“So, I think it would be a good idea and maybe even a necessary idea for you and I to get to know each other better. Do you like fishing?”

“I don’t know. I’ve never done it,” Norman says.

“Really?! Then I’m going to teach you how. You’re going to love this. Trust me.” Norman reluctantly nods. He thinks the convo is done, but Shelby grabs him for one last bit of wisdom: “Norman? Next time I say hi to you out here on the street? Don’t run away.”

I’m definitely left with the feeling that Norman is not the weirdo in this scene.

"Sometimes You Hear and See Things That Aren't There."

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Norma is in bed, looking up information about city council meetings. Norman comes in. “I need to talk to you. I need to tell you something.”

She’s absorbed in the website, not really paying attention, so he touches her chin—you know, as normal teenage boys do.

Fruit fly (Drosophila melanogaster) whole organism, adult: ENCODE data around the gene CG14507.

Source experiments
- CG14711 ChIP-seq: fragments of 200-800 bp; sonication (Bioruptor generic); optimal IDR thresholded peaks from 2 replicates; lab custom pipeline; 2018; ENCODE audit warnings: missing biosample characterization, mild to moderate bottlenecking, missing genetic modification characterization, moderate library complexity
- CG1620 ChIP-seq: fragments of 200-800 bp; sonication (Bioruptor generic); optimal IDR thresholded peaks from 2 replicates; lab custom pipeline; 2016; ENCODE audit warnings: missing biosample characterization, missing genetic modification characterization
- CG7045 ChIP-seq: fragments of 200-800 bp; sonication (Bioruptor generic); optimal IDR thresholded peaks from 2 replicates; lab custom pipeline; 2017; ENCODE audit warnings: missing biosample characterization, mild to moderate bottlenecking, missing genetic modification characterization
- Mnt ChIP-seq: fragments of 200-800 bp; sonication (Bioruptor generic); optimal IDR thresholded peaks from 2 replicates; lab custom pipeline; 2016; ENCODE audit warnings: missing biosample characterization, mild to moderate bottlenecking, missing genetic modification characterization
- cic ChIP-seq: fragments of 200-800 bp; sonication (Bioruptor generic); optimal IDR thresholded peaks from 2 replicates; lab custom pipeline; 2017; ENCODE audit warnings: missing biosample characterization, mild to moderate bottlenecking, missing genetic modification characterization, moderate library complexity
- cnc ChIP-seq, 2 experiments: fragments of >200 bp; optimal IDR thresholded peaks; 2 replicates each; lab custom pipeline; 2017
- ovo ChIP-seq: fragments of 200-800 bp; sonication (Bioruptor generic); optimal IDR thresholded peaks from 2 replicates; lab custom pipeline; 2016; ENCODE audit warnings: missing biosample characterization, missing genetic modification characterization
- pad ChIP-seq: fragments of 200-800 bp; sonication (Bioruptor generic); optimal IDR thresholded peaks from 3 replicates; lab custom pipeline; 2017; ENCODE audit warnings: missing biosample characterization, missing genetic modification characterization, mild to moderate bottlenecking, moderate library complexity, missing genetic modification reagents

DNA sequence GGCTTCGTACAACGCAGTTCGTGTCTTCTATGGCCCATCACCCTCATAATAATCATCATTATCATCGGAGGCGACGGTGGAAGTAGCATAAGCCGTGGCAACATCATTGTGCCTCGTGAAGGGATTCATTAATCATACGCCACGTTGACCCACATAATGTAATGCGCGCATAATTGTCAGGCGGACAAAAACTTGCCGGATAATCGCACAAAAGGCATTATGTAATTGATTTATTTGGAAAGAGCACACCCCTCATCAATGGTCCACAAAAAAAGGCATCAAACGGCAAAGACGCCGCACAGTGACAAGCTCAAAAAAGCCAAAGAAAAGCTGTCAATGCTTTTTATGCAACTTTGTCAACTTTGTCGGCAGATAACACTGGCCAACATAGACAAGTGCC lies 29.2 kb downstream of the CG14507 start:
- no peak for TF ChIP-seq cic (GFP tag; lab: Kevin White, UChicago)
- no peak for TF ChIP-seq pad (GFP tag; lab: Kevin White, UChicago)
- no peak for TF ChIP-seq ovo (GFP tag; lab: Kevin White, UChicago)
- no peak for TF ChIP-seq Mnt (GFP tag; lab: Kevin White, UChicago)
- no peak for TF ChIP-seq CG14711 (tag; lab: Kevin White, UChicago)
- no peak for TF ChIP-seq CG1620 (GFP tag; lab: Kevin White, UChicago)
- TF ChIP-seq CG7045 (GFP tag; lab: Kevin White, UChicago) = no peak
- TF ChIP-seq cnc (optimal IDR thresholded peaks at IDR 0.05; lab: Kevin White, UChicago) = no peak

“There’s a girl in his basement. Officer Shelby’s. She’s like less than 20. Drugged. I think he’s running some kind of an Asian sex slave business with Keith Summers.”

He’s spouting off information that would make any sane person run to dial 911, but Norma doesn’t look even remotely alarmed—just frustrated. Of the many questions she could ask, “Why on Earth would you go into Zack's house?” is the first one.

Norman reminds her that she was the one who told him to get the belt back.

“Norman, I never told you that,” she sighs. He swears she did, and that's when Norma drops the bomb: “Honey, sometimes you hear and see things that aren’t there.”

“That’s not true," he protests.

“It’s true. I don’t want you to worry, but you’ve done this for a while. It’s like some kind of trance or something. I don’t want you to worry. Don’t be scared. Honey, I’m going to protect you,” she says, and Norman flees.

"Why Are You in the Basement in the Middle of the Night?"

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Sleepover at Shelby’s house. Norma wakes up the the middle of the night to creep down to the basement just to reassure herself that Norman is seeing things. She’s relieved when she gets down there to find totally normal basement stuff—no bed, no disco ball, no sex slave. She even finds the locked steel door, but there’s nothing in there but boxes. Suddenly, the deputy practically apparates onto the screen right behind her.